Protesters block New Caledonia roads as police pour in

A thousand police have arrived in New Caledonia from France and streets are relatively calm, the French High Commission says, but roads have been blocked and the airport remains shut, stranding tourists on the Pacific island after a week of riots.

The activist group organising the protests in the French-ruled territory, Field Action Co-ordination Cell, said in a statement on Monday that blockades would continue, urging protesters to use a peaceful approach.

Roadblocks were making it difficult to supply food to stores in several areas and provide secure travel for medical staff, New Caledonia government officials said.

Smoke rises during protests in Noumea, New Caledonia
Six people have been killed in the unrest in New Caledonia, which has left a trail of destruction. (AP PHOTO)

"It's important to point out that the problem is not so much a lack of staff, medical and food supplies but more importantly an access problem," a government statement said.

Australia's Prime Minister Anthony Albanese said "the situation there is deeply concerning" after nights when there was fire and looting.

France's top official in the territory, Louis Le Franc, said on Sunday evening a police operation to regain control of the road from the capital Noumea to the international airport would take several days.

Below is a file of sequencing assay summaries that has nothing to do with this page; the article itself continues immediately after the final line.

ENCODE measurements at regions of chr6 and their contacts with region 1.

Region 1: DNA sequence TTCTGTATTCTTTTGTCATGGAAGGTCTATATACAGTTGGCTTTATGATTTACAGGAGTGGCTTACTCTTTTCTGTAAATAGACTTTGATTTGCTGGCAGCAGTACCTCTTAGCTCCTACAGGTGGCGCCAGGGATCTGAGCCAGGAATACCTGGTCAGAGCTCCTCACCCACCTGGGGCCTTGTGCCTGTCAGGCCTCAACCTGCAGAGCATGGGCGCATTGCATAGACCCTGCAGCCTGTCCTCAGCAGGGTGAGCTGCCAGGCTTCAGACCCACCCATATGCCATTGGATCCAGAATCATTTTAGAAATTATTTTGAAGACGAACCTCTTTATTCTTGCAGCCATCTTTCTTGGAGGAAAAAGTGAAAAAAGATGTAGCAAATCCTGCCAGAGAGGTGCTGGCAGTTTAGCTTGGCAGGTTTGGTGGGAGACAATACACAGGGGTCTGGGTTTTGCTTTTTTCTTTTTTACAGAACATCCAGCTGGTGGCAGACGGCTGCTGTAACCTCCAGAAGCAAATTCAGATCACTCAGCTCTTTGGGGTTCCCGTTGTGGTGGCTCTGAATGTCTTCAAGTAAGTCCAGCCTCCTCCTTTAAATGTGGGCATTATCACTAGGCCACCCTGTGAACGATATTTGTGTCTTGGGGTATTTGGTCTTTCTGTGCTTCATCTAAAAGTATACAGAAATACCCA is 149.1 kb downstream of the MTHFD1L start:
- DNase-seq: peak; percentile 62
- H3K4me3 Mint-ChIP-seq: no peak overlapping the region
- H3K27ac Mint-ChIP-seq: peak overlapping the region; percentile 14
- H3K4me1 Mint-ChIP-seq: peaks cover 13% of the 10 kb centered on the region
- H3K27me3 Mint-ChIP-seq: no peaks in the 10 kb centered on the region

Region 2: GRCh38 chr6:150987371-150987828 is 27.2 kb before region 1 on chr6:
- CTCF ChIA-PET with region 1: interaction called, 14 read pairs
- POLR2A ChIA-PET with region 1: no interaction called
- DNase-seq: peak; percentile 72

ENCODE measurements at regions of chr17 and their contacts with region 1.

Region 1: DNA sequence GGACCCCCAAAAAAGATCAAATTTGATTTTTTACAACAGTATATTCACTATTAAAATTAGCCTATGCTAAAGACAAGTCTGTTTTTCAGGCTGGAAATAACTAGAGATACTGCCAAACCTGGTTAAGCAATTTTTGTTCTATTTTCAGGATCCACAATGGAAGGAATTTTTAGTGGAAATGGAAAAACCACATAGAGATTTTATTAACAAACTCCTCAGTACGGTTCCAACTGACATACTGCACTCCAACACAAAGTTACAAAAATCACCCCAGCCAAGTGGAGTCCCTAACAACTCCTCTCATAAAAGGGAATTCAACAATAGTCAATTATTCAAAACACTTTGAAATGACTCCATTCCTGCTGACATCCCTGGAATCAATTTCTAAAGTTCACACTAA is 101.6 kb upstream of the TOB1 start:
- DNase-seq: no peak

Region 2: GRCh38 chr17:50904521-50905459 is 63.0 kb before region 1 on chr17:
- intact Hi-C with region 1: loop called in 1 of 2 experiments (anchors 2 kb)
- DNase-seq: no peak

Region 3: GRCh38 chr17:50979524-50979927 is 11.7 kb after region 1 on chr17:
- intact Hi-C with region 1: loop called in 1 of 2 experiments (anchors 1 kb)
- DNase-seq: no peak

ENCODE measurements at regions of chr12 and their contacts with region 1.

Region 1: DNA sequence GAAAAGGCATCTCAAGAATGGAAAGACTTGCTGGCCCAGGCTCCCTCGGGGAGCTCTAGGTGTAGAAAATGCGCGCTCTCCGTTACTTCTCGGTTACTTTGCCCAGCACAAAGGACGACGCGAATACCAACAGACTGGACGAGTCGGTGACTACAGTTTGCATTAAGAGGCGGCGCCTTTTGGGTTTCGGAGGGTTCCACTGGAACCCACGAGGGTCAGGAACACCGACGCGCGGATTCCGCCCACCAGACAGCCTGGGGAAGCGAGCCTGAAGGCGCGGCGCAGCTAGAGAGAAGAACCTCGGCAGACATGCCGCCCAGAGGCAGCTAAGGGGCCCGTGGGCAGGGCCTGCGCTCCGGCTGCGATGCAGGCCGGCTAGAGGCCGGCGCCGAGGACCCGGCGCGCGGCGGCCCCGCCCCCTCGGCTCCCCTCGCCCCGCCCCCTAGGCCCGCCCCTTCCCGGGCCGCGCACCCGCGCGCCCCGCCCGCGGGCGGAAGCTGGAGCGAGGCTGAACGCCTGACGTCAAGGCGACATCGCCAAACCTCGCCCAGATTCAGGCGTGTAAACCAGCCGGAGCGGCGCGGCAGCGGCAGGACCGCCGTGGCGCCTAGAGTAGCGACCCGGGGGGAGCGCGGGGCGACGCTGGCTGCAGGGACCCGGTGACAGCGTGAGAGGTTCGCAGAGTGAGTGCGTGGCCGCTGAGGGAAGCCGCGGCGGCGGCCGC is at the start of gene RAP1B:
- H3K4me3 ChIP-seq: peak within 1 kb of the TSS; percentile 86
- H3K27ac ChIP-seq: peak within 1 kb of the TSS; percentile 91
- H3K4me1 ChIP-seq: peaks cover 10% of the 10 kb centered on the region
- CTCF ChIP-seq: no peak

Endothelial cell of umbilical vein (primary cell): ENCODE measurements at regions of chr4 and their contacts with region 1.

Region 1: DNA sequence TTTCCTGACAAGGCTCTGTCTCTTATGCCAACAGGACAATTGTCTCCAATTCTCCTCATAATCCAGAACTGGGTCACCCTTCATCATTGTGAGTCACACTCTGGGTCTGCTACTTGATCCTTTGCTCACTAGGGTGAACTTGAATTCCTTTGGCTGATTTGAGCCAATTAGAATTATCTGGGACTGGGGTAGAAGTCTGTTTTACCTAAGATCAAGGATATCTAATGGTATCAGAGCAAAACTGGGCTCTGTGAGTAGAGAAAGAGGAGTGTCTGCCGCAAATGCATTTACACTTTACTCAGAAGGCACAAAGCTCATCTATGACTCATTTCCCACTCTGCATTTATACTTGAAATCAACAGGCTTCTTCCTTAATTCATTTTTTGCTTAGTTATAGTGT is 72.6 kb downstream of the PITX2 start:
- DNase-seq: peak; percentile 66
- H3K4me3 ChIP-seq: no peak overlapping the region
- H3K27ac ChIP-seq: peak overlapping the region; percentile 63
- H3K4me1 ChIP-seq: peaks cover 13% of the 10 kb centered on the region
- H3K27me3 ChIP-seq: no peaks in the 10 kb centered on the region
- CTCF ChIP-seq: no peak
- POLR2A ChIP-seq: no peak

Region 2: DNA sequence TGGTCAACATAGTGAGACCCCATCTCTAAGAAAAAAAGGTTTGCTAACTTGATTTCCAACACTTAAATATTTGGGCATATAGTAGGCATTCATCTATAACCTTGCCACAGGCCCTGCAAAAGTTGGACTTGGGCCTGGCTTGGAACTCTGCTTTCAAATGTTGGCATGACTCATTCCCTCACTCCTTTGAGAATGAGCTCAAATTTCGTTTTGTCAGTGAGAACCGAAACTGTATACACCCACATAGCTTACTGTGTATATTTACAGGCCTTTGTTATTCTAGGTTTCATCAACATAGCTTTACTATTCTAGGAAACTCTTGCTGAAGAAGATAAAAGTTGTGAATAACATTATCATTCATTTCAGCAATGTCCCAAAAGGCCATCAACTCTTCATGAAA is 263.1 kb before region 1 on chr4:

Gendarmes had dismantled 76 roadblocks.

Albanese told ABC radio that Australia had sought seeking approval from French authorities for two days to send an evacuation flight to New Caledonia to pick up tourists stranded in hotels.

About 300 Australians have registered with consular officials in the French territory, which lies in the southwest Pacific, some 1500km east of Australia.

"The international airport remains closed, roads have been damaged, there are blockades in place," Albanese said.

"We continue to pursue approvals because the Australian Defence Force is ready to fly when it's permitted to do so."

About 3200 people stuck waiting to leave or enter New Caledonia as commercial flights were cancelled due to the unrest that broke out last week, the local government said.

New Zealand defence aircraft were also on standby to bring New Zealand nationals home, New Zealand's Foreign Minister Winston Peters said.

"We are ready to fly, and await approval from French authorities as to when our flights are safe to proceed," he wrote on social media platform X on Sunday.

Protests erupted last week sparked by anger among indigenous Kanak people over a constitutional amendment approved in France that will change who is allowed to take part in elections, which local leaders fear will dilute the Kanak vote.

Six people have been killed and the unrest has left a trail of burnt businesses, torched cars, looted shops, and road barricades, cutting off access to medicine and food.

Three of those killed were indigenous Kanak youths and two were police officers.

A sixth person was killed on Saturday during a gun battle between two groups at a roadblock, French police said.

The business chamber said 150 companies had been looted and burnt.

Pro-independence political parties said they want the French government to withdraw the electoral reform before they restarted talks.